How we can get students to think critically and talk about it

Image of the Good Practice Guide

A key debate in HE is whether tertiary education sufficiently develops students’ skills in thinking critically (Huber and Kunchel, 2016). To answer this question, a cross disciplinary community of practice called CritTALK was established at Kingston University to develop critical thinking teaching practices. Their first discovery was the lack of teaching resources in the sector, despite evidence which endorses explicit teaching of critical thinking within existing curricula (Abrami, et al, 2015). A set of critical thinking teaching resources (Wason, 2016) which were tailored to disciplinary curricula and aligned to learning outcomes and assessment criteria were developed to address this. However, despite its wide dissemination, and training on its use, teachers said that they were often unsure of the pedagogical principles underpinning the toolkit and how to use the resources. A chance encounter at a conference brought the authors together where they decided to investigate whether the principles of dialogic teaching could provide the pedagogical support needed to teach criticality. Critical thinking is both supported by and developed through educational classroom discourse (Michaels, O’Connor and Resnick, 2008). This enables teachers and students to work together to reach a common understanding (Alexander, 2010).

We were fortunate to receive a SEDA small research grant to help us with this. Through a series of professional development activities with the CritTALK community, teachers investigated how they could use Alexander’s (2020) dialogic teaching framework and the teaching repertoires of discussion, argumentation, questioning and debate to support the use of the toolkit in the classroom. A total of five workshops were held online over the academic year 2020-21. Each session focused on one of the teaching repertoires most aligned with the critical thinking teaching tools. We provided insights into the teacher and learner language to promote and evidence these skills in practice and participants co-constructed some teaching resources which they subsequently tried out in their own practice. The outputs were the design of a series of quick guides and a SEDA Good Practice Guide containing a range of teaching examples for use in the sector.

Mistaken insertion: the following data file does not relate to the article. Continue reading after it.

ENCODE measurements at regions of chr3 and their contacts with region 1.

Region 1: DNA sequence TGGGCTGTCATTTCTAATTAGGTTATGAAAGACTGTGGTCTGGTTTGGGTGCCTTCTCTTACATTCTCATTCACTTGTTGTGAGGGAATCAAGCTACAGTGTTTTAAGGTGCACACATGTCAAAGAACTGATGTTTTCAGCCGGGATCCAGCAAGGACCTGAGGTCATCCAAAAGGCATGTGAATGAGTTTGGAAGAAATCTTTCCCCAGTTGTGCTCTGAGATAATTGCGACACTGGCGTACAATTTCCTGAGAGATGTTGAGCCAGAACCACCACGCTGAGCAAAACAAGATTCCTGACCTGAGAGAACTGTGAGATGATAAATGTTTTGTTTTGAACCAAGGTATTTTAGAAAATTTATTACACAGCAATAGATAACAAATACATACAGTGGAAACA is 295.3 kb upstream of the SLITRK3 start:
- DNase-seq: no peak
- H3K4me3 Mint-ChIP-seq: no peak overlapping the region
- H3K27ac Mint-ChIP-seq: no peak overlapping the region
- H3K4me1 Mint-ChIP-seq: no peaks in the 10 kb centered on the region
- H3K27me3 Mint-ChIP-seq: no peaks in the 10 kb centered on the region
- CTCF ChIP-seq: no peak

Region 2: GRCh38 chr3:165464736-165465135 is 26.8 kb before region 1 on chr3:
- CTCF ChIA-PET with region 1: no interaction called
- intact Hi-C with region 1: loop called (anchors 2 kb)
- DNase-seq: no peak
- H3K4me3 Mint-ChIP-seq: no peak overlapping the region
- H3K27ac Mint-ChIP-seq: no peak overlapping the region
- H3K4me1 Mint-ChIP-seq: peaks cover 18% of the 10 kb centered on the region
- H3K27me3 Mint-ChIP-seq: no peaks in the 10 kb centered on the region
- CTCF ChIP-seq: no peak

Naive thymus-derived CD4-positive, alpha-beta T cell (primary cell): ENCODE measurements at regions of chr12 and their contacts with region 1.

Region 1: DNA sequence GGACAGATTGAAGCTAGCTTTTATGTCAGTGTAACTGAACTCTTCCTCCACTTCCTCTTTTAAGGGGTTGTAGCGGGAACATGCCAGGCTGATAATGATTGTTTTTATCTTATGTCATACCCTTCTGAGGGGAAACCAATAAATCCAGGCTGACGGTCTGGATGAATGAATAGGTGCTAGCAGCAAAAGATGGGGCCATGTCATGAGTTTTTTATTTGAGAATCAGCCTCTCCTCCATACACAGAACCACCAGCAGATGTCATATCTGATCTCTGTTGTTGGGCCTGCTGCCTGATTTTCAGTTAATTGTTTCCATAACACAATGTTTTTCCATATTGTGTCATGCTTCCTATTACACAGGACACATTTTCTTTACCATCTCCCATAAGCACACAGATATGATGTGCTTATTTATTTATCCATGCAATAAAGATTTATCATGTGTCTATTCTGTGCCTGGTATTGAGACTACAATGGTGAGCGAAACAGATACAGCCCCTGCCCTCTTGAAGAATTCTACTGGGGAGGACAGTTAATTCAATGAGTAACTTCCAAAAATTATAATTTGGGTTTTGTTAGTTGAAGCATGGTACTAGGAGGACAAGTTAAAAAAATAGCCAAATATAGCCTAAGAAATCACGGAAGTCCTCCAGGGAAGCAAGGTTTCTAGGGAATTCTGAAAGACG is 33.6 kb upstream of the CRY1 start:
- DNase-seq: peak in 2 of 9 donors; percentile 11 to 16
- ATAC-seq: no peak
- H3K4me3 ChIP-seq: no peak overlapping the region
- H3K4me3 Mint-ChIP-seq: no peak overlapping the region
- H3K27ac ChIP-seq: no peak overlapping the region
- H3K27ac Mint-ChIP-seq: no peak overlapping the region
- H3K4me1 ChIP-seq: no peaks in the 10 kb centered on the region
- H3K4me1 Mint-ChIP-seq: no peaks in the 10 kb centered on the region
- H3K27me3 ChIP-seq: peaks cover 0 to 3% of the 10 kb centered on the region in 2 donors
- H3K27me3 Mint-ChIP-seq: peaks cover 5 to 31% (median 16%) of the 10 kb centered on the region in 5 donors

Participants in the project discovered the following benefits from using dialogic teaching to support critical thinking:

  • It helped them think more consciously about getting the students engaged in classroom discussions
  • The series of sessions and resources helped them think again about the teaching process within the classroom
  • Dialogic teaching provided a ‘hook’ for teachers and made tacit knowledge and practice explicit

So in conclusion, how we can get students to think critically and share their ideas is by using a dialogic teaching approach which puts educational dialogue at the centre of our classroom practice.

Hilary Wason is a Senior Lecturer in the Learning and Teaching Enhancement Centre at Kingston University. She is an Advance HE Senior Fellow and a National Teaching Fellow. She has published in the areas of critical thinking, student transitions, student engagement and assessment and feedback. You can follow her at @h_wason. 

Dr Marion Heron is a Reader in Educational Linguistics at the University of Surrey. She has a background in applied linguistics and has published in the areas of classroom interaction, dialogic pedagogy, academic speaking (oracy) skills and teacher education You can follow her at @MarionHeron65   @LLL_research  @SurreyIoE


Abrami, P.. Bernard, R.,Borokhowvski, E., Waddington, D., Wade, A., and Persson, T. (2015) ‘Strategies for Teaching Students to Think Critically: A Meta-Analysis’, Review of Educational Research, 85(2), pp. 275-314.

Alexander, R. (2010). Dialogic teaching essentials. Singapore: National Institute of Education, 1-7.

Alexander, R. (2020). A dialogic teaching companion. Abingdon: Routledge

Huber, C. and Kunchel, N. (2016), ‘Does college teach students’ critical thinking? A meta analysis’ Review of Educational Research, 86(2), pp.431-458

Michaels, S., C. O’Connor, and L. B. Resnick.( 2008) ‘Deliberative Discourse Idealized and Realized:Accountable Talk in the Classroom and in Civic Life.’ Studies in Philosophy and Education 27 (4), pp. 283–297

Wason, H. (2016) ‘Embedding a Critical Thinking Framework for Undergraduate Business Students’, in Remenyi, D. (Ed.) 2016 Innovation in the Teaching of Research Methodology Excellence Awards: An Anthology of Case Histories, Reading: Academic Conferences and Publishing International

3 thoughts on “How we can get students to think critically and talk about it

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  3. Pingback: How we can get students to think critically – Learning Matters

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